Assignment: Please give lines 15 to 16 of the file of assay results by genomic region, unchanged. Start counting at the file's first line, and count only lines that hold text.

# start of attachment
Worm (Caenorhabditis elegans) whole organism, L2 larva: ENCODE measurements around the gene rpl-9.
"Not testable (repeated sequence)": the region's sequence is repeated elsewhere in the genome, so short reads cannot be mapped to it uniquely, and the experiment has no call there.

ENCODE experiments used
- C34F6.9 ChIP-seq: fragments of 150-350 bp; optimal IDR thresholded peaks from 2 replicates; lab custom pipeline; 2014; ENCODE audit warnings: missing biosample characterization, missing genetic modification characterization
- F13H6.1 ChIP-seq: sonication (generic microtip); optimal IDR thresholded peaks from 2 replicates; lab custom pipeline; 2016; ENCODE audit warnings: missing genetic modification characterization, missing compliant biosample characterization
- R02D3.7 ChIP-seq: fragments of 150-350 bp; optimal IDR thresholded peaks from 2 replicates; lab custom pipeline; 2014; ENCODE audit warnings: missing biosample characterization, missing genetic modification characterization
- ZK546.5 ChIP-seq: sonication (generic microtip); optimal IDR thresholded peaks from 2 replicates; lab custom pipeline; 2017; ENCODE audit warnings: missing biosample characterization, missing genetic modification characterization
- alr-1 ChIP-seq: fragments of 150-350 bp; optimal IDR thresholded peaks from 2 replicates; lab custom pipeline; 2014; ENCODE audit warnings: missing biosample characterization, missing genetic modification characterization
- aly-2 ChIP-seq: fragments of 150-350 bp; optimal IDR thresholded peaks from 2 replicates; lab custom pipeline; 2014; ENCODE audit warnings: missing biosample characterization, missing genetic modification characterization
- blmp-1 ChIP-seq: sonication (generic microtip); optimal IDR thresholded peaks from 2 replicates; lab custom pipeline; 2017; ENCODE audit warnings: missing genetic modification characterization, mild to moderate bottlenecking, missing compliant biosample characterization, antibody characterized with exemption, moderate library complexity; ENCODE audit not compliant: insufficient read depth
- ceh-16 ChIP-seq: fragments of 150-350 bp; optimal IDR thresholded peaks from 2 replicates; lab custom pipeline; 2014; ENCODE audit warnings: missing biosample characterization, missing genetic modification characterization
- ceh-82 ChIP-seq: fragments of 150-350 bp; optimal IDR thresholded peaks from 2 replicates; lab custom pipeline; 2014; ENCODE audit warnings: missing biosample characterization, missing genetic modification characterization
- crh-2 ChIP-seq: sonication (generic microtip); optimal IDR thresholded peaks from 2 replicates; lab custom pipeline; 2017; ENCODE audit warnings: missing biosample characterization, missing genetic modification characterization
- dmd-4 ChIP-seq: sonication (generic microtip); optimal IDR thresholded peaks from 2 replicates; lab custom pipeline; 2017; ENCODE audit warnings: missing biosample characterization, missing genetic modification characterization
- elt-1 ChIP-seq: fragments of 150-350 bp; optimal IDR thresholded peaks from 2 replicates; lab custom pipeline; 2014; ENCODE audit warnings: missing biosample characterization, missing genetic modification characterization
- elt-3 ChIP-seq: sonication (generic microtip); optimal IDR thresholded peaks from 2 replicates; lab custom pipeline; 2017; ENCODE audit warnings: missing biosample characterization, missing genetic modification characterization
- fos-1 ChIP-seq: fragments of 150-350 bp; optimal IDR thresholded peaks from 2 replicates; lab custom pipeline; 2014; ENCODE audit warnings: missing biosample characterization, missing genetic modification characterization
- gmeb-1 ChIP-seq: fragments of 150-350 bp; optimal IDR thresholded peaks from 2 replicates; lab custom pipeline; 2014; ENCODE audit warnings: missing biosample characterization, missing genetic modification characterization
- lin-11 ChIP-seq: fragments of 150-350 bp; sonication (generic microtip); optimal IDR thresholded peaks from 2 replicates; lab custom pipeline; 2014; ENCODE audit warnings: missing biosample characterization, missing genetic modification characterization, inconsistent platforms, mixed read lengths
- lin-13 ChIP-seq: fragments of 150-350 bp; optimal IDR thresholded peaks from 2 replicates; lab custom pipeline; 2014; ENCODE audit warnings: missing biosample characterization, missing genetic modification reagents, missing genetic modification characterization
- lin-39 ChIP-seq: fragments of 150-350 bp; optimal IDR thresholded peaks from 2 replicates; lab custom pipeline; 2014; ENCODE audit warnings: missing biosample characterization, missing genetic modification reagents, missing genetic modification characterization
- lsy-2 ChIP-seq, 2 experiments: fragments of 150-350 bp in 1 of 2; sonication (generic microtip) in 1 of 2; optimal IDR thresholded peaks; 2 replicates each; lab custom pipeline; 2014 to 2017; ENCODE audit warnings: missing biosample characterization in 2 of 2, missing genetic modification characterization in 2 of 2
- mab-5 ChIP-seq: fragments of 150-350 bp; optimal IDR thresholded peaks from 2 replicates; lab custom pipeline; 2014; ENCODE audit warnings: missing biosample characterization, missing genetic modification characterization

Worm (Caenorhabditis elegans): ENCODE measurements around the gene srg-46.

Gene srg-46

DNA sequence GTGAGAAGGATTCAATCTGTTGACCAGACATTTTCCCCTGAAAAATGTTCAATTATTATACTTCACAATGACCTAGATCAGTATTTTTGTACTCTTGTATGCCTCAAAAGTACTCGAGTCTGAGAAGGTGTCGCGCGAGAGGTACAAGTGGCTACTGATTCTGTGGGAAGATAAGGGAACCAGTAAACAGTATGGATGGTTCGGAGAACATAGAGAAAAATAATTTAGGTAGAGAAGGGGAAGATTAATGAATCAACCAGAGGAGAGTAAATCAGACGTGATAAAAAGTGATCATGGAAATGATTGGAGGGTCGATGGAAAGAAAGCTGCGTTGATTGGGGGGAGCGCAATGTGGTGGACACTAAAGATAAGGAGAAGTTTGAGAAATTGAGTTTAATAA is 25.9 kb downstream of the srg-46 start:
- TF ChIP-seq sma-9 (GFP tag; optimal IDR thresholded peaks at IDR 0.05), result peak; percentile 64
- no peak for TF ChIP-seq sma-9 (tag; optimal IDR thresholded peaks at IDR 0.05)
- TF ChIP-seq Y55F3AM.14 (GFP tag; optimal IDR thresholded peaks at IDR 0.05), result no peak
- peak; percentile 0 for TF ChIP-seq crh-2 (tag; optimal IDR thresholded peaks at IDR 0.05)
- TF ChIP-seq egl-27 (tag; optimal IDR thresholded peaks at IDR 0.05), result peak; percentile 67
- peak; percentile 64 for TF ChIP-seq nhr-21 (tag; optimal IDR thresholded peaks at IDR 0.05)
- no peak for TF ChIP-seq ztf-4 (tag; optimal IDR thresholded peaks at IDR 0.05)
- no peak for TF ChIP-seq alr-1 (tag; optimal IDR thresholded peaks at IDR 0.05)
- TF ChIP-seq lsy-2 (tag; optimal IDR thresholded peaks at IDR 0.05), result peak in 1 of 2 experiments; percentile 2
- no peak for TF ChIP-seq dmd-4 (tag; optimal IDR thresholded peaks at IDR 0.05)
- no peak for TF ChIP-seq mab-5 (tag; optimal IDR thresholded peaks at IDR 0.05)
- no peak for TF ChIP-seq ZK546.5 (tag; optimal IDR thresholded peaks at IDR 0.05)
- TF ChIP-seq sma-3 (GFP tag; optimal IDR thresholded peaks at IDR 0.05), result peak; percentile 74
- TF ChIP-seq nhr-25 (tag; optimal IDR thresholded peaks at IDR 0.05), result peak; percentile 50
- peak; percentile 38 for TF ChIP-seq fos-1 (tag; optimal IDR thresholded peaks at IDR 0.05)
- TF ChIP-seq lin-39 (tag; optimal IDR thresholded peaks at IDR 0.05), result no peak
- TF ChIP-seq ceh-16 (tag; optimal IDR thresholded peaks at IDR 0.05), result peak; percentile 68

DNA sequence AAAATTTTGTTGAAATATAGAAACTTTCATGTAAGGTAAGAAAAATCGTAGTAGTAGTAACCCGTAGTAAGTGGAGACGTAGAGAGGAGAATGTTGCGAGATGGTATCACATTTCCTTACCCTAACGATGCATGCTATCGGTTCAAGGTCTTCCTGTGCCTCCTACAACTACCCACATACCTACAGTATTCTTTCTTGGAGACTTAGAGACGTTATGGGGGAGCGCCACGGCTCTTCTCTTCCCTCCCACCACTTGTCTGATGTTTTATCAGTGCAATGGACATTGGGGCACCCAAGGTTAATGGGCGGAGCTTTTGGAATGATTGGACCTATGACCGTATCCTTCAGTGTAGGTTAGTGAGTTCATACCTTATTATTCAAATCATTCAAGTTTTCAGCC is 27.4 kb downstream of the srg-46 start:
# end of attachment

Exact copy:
- elt-1 ChIP-seq: fragments of 150-350 bp; optimal IDR thresholded peaks from 2 replicates; lab custom pipeline; 2014; ENCODE audit warnings: missing biosample characterization, missing genetic modification characterization
- elt-3 ChIP-seq: sonication (generic microtip); optimal IDR thresholded peaks from 2 replicates; lab custom pipeline; 2017; ENCODE audit warnings: missing biosample characterization, missing genetic modification characterization